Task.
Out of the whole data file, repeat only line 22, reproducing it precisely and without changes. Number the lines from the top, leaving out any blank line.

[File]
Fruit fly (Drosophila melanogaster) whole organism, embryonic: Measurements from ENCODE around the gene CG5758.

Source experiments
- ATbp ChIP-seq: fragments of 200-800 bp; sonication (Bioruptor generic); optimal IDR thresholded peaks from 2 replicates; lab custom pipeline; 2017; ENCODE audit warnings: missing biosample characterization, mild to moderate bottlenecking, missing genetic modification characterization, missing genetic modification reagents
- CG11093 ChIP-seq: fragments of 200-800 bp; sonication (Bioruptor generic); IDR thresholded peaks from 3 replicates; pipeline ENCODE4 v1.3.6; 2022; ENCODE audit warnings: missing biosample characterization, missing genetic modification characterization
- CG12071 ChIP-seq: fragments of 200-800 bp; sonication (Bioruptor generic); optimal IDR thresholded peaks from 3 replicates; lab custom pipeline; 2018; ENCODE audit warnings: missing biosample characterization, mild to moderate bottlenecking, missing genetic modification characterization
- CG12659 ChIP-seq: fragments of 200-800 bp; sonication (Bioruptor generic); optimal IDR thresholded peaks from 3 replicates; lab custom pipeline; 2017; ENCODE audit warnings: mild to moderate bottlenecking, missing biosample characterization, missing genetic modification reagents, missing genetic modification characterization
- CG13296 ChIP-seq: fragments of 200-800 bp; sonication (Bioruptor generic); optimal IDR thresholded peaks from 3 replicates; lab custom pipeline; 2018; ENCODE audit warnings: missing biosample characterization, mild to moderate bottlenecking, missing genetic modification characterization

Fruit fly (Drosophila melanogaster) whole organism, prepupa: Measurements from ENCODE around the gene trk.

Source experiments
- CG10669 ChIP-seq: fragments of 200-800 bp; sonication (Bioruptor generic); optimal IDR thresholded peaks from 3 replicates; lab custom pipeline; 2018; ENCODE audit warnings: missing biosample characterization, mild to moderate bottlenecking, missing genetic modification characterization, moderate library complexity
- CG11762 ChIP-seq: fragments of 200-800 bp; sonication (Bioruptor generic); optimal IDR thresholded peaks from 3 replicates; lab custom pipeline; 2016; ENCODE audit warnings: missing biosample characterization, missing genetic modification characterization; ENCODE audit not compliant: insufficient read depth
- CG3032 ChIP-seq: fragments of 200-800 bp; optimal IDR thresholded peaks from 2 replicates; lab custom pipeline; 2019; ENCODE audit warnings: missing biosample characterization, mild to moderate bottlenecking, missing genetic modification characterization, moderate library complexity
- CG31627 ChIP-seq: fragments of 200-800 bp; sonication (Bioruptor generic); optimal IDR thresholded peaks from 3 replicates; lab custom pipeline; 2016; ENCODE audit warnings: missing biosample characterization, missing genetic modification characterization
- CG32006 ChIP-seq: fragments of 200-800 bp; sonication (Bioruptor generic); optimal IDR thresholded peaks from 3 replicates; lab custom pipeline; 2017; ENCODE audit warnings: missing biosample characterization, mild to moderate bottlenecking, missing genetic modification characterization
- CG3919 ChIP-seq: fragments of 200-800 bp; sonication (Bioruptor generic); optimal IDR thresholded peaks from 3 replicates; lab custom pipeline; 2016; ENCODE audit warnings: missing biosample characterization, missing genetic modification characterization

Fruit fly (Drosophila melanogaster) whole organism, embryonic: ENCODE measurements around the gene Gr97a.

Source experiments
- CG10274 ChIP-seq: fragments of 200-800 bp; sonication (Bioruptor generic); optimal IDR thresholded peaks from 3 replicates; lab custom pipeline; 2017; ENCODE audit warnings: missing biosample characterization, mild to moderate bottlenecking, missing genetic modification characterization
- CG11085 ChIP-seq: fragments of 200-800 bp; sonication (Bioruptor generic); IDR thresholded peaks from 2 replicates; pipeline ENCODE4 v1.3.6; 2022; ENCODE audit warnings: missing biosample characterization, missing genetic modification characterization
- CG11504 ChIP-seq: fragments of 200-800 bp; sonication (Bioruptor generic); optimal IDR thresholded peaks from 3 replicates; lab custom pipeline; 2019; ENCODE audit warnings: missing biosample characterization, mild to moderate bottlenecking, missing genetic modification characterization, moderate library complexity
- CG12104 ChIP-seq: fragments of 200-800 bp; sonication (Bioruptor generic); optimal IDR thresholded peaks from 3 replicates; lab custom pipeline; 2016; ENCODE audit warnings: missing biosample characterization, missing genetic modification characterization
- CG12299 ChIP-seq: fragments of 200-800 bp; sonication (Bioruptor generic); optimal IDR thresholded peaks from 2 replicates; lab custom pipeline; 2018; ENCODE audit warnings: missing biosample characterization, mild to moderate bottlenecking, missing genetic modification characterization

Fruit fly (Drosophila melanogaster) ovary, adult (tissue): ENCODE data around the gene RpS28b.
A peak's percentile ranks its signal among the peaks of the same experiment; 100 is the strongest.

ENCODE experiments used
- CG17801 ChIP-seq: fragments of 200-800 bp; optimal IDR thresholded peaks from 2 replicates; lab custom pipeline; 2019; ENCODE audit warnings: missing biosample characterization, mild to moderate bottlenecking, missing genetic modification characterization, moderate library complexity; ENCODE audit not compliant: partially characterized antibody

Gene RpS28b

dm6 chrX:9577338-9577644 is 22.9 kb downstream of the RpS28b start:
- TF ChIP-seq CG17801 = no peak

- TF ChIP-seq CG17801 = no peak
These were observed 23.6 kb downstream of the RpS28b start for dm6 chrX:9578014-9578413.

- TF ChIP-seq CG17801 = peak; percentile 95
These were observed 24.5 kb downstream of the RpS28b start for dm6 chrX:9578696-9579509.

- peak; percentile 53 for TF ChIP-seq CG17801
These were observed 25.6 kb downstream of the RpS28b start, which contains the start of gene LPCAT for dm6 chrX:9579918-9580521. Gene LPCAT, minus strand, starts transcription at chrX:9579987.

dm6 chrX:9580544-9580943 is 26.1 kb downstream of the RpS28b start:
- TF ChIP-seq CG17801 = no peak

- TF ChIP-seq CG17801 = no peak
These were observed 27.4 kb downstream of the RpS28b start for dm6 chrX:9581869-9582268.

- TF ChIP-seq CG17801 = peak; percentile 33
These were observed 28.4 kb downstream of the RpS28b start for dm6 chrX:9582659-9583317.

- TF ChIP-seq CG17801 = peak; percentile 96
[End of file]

- CG12299 ChIP-seq: fragments of 200-800 bp; sonication (Bioruptor generic); optimal IDR thresholded peaks from 2 replicates; lab custom pipeline; 2018; ENCODE audit warnings: missing biosample characterization, mild to moderate bottlenecking, missing genetic modification characterization